Eating Fruits and Veggies: Adventure Instead of Drudgery
We're eating fewer fruits and vegetables than we did, not more. Isn't that just so hard to believe? We're not in the ain't-it-awful business here at Savoring Kentucky, nor the statistics business, but three quick points:
- The news comes from a report ominously titledMorbidity and Mortality Weekly Report -- reminding us to take our food choices seriously.
- The entire country is way behind the national target: 75 percent of us should eat two fruit servings and three vegetable servings every day. Kentucky -- a veritable Eden of vegetable and fruit production -- is waaaay behind.
- Both national and state trends indicate people are eating fewer fruits and vegetables, not more.
What to do? I have one little thought. What if you and your eating companions focus on taste and tasting? Instead of thinking of all you have to give up and all the habits you have to change, how about adding in fruits and vegetables in your daily life in a spirit of gratitude, fun, and exploration? In other words, eat your way to being a fruit and veggie connoisseur (or connoisseur household): Which tomato tastes best? Which do we like best at our house, Tuscan or curly kale? How about raw kale salad versus lightly sauteed kale with garlic?
If eating fruits and vegetables becomes a welcome adventure, the numbers of daily servings may take care of itself. With taste and flavor as a focus, here are a few commonsense tactics that won't take all the fun out of eating, I promise:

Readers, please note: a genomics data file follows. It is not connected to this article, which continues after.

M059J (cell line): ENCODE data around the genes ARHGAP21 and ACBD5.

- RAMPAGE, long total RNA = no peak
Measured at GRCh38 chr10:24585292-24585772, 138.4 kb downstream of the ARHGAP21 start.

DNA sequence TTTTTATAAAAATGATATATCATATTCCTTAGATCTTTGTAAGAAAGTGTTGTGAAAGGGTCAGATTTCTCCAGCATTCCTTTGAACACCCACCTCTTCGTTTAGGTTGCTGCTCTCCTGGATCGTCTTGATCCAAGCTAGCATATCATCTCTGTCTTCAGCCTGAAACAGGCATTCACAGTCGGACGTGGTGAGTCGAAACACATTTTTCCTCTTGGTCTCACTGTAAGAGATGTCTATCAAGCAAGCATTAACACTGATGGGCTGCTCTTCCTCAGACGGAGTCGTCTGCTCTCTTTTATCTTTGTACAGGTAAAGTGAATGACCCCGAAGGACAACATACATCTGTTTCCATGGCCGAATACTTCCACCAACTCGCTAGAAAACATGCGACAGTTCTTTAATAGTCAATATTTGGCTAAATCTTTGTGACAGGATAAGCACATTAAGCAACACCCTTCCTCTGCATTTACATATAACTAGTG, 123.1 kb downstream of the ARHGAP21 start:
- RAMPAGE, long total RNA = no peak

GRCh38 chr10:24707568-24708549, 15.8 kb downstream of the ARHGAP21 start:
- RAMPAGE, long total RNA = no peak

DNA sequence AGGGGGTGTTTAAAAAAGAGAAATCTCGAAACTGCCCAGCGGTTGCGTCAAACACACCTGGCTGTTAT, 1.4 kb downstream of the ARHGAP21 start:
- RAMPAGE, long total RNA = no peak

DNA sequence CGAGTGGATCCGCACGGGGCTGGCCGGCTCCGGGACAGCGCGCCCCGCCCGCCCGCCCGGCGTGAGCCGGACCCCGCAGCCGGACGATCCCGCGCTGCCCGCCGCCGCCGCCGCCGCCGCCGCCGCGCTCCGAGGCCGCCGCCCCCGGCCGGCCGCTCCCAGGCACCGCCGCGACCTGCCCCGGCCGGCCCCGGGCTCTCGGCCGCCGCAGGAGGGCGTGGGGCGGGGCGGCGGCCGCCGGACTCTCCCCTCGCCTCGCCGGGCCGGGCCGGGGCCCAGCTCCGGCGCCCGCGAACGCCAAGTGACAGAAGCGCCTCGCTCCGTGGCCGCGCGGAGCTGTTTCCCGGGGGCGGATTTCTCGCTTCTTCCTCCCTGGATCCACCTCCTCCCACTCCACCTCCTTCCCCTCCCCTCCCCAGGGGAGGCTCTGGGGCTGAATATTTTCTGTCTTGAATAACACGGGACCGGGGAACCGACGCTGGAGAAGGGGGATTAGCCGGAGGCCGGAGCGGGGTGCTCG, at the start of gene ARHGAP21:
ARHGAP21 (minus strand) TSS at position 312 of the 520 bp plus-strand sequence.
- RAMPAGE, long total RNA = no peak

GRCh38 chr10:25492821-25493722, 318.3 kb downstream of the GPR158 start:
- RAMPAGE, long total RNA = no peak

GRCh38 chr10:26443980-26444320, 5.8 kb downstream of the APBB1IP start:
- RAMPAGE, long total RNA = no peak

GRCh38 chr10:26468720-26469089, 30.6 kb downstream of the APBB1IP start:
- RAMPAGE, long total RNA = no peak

- Right now, still at the peak of harvest season, buy small amounts of lots of different fruits and vegetables. Try, compare, and taste until you have eaten your own three servings of tomatoes/collards/onions/eggplant/green beans/field peas/cabbage/carrots/okra every day, along with your own two servings of grapes/apples/Asian pears/European pears/watermelon/Crenshaw melon/raspberries/pawpaws/rhubarb.
- Offer fruit choices to visitors, and then ask their opinion. Which types or varieties of late summer grapes or melons do they prefer?
- Put fruits and vegetables in your lunch bag, experimenting to learn which ones you really, really look forward to eating.
- Get your children to help select fruits they want for lunch. Make sure fruits go in every lunch box. After the lunch has disappeared, ask children to rate the fruits in their lunch boxes.
- Try out fruits or savory crunchy things for after-school and after-work snacks.
- Look at garden websites now and plan with your family what you'll plant next spring, since it is so easy and delightful to eat what grows right outside the door -- and your children are more likely to eat what they help grow, too.
- Through the end of November, make regular family outings to our marvelous farmers' markets to choose from among all that is fresh and local. I recommend crunching through some apples or pears right on the spot.
- By yourself or with family members, when you plan your meals, choose an array of vegetables first, and then add in the protein and starch. This makes vegetables seem more like REAL food, and helps you arrive at "a new geometry of the plate." Use your own and family taste buds to identify favorite types.
- At restaurants, pick out vegetables or side dishes first, and build your meal out from there. Experiment and evaluate your choices so you become expert at choosing exactly what you are going to find delicious.
- About drive-through meals - well, just have a talk with yourself about that and see what's what.
Note: Hat tip to NPR's Scott Hensley for the post that set this post in motion.
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The world is coming to visit central Kentucky this year for the Alltech FEI World Equestrian Games. To help our visitors know more about Kentucky's food and food ways, Savoring Kentucky is rolling out 116 Savory Kentucky Bites, one for each of the 100 days before WEG begins, and 16 for the days during WEG, September 25 - October 10. Today's Savory Bite is 86.